“Man is least himself when he talks with his own person. But if you give him a mask, he will tell you the truth. Two people, and a secret: the beginning of all conspiracies. More people, and, more secrets. But if we could find one moral man, one whistle-blower. Someone willing to expose those secrets, that man can topple the most powerful and most repressive of regimes.” – Julian Assange
Wow! This movie was an utter disappointment and honestly, a fucking disaster!
I should be clear from the get go that the performances were good and the shitty end result of this picture didn’t really fall on the shoulders of the actors. Hell, this film actually has a tremendous cast and that’s why I finally decided to give it a watch despite all the bad things I’ve heard about it since it came out.
I haven’t read the books that were used to write this film’s script but I know enough of the WikiLeaks story to know that this was a lot of bullshit. Also, I’m not sure how you can take such an exciting story and turn it into something this fucking dull! I mean, it’s got to take a real cement brained dullard to make the WikiLeaks and Assange story this damn boring!
Yes, I expected it not to be up to snuff but I at least expected the cast to kind of make up for the film’s technical and narrative shortcomings. Again, the cast is good but everything else is so bad that it barely even matters that they’re there.
In fact, I have to give this film a low score and the final tally is still going to be well below average, even though I gave it two bonus points for the actors.
This was a long, sloppy, boring film. It didn’t look that great and visually came across as really pedestrian. There weren’t any shots that stand out in my mind, as everything seemed to be shot like a television show that was on a tight schedule.
I don’t know how you can make a completely uninspiring movie out of a very inspiring person. But kudos, I guess.
This is shit.
Rating: 4/10 Pairs well with: other films and documentaries about cypherpunk culture and whistleblowers.
I saw this way back when it came out but I remembered it pretty fondly, so I decided to give it another watch when I saw it was free with Prime. Also, I didn’t remember much about it other than I had liked it about a decade ago.
So this goes through the early days of venture capitalism and since that’s something I’m a fan of, I found this pretty interesting. Plus, all these old school O.G. venture capitalists all seemed like pretty good guys and they came off as quite likable.
What’s most interesting about this is that it gives some details on the creation of a lot of iconic companies. It also shows many of these men talk about their failures and missed opportunities.
Ultimately, I liked that everyone sort of wore everything on their sleeve and weren’t afraid of talking about the good and the bad. There are lessons to be learned from these personalities and their trial and error.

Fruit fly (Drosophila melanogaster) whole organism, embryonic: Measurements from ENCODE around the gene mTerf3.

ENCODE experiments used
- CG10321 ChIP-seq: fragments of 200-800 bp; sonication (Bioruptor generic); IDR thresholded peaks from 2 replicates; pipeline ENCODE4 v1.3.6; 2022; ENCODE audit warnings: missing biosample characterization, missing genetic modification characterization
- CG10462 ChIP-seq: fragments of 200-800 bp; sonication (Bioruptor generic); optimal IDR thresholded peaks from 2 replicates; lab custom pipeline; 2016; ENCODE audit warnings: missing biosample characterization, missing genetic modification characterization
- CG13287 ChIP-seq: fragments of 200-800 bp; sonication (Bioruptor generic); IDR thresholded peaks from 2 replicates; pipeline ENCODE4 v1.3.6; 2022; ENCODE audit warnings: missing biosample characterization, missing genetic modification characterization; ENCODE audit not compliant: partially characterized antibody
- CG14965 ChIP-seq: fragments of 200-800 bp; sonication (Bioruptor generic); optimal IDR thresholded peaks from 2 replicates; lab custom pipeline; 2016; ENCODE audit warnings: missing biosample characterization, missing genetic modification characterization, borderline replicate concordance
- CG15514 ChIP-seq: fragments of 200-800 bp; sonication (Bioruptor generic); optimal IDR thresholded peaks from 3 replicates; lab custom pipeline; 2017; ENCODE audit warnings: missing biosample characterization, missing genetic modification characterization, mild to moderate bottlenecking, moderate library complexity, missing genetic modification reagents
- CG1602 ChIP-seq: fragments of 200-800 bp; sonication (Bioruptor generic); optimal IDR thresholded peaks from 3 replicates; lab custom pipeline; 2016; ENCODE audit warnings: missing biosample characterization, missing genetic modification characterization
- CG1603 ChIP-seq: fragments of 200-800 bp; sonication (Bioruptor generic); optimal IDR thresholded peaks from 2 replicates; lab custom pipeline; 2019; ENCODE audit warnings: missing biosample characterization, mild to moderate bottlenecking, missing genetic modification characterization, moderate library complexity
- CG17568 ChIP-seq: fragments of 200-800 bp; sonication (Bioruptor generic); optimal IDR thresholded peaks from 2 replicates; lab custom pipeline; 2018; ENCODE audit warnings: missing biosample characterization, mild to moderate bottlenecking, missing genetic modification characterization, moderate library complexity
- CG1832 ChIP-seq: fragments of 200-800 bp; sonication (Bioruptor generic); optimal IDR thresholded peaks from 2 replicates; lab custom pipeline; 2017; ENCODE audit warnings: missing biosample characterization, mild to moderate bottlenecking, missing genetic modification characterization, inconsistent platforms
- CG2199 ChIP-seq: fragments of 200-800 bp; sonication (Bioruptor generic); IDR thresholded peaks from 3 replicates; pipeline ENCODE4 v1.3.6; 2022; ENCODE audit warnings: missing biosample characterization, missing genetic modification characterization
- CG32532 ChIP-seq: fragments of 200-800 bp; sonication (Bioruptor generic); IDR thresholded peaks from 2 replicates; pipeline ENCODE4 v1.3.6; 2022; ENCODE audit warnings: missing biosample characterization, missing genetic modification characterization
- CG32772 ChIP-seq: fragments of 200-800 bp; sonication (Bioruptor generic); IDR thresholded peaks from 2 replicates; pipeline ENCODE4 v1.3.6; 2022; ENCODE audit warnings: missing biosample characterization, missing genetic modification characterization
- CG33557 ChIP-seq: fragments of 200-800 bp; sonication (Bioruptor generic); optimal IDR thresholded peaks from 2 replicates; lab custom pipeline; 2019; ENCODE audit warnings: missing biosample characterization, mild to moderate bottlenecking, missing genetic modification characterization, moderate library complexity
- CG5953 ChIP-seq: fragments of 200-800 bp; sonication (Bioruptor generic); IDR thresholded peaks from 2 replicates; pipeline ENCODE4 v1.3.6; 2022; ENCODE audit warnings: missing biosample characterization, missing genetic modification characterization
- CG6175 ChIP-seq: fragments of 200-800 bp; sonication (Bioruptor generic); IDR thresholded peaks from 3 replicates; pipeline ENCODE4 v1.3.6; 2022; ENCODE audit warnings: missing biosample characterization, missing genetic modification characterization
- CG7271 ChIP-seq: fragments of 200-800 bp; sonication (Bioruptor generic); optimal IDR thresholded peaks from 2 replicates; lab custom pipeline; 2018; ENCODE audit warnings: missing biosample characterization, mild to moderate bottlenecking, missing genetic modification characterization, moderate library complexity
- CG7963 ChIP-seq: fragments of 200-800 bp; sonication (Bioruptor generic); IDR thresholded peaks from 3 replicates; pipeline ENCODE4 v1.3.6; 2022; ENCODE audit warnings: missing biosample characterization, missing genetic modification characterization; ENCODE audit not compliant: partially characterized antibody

This is a fairly short and quick watch and while it is primarily just talking head interviews, everything is superbly organized and presented while the multiple narratives and subjects flow well.
Rating: 7/10 Pairs well with: other documentaries on business.
Release Date: September 27th, 1975 (New York Film Festival) Directed by: David Maysles, Albert Maysles, Ellen Hovde, Muffie Meyer Cast: Edith “Big Edie” Ewing Bouvier Beale, Edith “Little Edie” Bouvier Beale
Portrait Films, 95 Minutes
“But you see in dealing with me, the relatives didn’t know that they were dealing with a staunch character and I tell you if there’s anything worse than dealing with a staunch woman… S-T-A-U-N-C-H. There’s nothing worse, I’m telling you. They don’t weaken, no matter what.” – Little Edie
Grey Gardens is very much a product of its time but it was a pretty highly regarded documentary for its day.
While I’ve known about it for years, I hadn’t watched it till now, as I figured it’d be a really depressing look into the lives of two women who went from the height of American society to living pretty much in squalor in their decrepit Long Island mansion, reflecting on their past days of glory.
The film, at its core, is an interesting character study into these two real women. There isn’t really a structure to the film and the directors just let the cameras roll, filming their day-to-day life like a reality television show. Although, more like the early days of reality television, before producers tried to manipulate their subjects into manufactured hostility to grab ratings.
That being said, this is still a sad picture but at the same time, the two women, even in their situation, are endearing and quite likable. But this also shows their naivety about the world that they live in. They’re the products of high society, no longer a part of it and they just don’t seem to have the same instincts as regular people in similar impoverished situations.
We also discover their strange but kind of innocent philosophies about life, love and family.
My only real complaint about the film is that it’s really slow. However, this complaint probably exists because I saw it nearly half a century after it was made and documentary filmmaking has evolved, greatly.